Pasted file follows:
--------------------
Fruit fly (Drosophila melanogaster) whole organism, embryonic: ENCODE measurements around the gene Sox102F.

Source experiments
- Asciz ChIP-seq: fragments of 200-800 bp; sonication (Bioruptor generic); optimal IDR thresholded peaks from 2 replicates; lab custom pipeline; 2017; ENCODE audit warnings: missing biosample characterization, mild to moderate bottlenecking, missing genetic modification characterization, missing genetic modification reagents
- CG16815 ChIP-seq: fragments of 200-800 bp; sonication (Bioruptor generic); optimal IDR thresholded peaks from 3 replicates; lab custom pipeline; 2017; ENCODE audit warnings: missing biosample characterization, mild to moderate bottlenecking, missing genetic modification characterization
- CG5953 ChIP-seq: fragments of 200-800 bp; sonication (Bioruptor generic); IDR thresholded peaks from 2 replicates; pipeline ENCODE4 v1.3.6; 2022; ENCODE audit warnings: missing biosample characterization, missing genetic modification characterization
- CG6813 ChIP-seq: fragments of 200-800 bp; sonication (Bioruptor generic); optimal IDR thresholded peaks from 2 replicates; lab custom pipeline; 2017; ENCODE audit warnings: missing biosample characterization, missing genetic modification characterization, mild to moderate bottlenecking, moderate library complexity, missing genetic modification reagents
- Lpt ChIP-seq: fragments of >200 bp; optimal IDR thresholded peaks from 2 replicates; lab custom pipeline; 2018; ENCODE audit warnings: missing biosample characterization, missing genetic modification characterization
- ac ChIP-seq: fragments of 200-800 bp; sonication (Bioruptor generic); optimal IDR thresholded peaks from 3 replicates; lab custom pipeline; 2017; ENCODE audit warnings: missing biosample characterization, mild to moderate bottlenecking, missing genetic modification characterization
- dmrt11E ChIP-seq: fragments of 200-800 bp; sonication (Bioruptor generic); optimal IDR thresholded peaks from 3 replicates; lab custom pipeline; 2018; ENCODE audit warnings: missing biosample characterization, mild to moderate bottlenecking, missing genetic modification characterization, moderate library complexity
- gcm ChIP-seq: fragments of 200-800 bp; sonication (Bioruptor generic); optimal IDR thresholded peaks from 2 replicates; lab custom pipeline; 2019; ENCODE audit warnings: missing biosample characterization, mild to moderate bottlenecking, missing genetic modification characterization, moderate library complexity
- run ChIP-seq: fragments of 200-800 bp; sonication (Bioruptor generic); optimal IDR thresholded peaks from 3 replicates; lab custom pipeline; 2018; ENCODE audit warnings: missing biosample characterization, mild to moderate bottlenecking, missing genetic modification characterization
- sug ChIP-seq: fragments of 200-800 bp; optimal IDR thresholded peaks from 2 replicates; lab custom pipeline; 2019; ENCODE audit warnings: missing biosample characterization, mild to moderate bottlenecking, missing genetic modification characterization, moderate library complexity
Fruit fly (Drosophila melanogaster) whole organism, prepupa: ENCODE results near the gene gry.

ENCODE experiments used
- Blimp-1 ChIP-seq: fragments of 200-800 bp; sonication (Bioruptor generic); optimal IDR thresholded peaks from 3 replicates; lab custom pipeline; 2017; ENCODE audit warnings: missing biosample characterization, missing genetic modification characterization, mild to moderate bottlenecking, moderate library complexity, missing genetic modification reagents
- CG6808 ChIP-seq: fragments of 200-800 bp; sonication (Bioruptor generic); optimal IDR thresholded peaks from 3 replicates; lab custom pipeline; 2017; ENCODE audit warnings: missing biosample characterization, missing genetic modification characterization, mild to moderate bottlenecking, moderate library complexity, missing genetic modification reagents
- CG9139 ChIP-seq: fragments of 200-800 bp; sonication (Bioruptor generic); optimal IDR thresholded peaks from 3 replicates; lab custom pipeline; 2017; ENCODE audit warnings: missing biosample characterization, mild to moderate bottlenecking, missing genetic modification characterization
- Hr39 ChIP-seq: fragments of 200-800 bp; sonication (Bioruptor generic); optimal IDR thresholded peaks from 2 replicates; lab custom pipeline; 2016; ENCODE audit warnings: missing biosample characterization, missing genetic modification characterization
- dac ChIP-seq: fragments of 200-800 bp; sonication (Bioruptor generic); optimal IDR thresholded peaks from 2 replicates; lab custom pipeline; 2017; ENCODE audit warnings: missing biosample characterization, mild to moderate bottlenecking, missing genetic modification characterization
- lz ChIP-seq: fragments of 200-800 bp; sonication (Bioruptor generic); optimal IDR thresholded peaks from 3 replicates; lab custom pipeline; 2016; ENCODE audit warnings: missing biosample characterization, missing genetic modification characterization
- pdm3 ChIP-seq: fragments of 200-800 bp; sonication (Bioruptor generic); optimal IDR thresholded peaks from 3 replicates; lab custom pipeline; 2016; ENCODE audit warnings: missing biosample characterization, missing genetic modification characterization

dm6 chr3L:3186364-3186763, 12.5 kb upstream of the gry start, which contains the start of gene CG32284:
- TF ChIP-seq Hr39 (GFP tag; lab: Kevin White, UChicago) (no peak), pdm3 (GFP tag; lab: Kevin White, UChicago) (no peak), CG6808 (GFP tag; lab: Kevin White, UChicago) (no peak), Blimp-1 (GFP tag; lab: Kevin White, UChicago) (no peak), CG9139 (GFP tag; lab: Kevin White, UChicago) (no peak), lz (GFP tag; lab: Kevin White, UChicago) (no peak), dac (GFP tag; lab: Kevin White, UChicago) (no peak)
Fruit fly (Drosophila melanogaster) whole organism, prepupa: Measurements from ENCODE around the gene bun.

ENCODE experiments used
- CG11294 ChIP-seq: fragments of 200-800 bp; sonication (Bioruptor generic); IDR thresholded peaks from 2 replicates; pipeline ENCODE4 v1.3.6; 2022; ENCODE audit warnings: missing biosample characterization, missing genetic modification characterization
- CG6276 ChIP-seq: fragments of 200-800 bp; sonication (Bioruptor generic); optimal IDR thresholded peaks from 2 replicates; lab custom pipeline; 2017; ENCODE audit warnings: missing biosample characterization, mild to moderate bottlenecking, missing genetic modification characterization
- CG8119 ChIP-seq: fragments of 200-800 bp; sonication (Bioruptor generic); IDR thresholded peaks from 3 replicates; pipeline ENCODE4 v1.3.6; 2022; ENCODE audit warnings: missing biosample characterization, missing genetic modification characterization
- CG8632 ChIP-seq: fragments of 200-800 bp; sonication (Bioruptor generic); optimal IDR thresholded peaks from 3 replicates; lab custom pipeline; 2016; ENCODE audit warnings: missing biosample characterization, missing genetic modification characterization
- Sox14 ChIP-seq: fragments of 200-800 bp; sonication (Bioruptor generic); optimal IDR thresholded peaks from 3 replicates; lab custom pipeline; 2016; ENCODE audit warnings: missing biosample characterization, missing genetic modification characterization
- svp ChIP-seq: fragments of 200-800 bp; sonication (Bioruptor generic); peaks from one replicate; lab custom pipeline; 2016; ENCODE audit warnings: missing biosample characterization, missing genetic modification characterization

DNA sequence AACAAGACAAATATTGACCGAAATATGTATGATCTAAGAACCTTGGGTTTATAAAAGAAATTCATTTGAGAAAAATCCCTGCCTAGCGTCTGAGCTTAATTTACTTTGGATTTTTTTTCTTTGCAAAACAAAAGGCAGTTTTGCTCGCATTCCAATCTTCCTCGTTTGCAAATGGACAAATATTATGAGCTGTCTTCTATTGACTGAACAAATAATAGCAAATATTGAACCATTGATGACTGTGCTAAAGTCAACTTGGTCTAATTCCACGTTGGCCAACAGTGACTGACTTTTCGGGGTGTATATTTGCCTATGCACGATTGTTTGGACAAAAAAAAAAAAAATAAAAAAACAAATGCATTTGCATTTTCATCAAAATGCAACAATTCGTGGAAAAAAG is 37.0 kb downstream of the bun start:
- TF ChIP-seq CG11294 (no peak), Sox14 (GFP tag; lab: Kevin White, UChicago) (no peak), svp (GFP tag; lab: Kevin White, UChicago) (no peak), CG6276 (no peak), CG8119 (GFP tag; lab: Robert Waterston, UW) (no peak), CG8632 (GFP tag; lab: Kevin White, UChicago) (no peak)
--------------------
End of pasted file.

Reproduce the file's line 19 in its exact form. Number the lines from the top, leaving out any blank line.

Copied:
- dac ChIP-seq: fragments of 200-800 bp; sonication (Bioruptor generic); optimal IDR thresholded peaks from 2 replicates; lab custom pipeline; 2017; ENCODE audit warnings: missing biosample characterization, mild to moderate bottlenecking, missing genetic modification characterization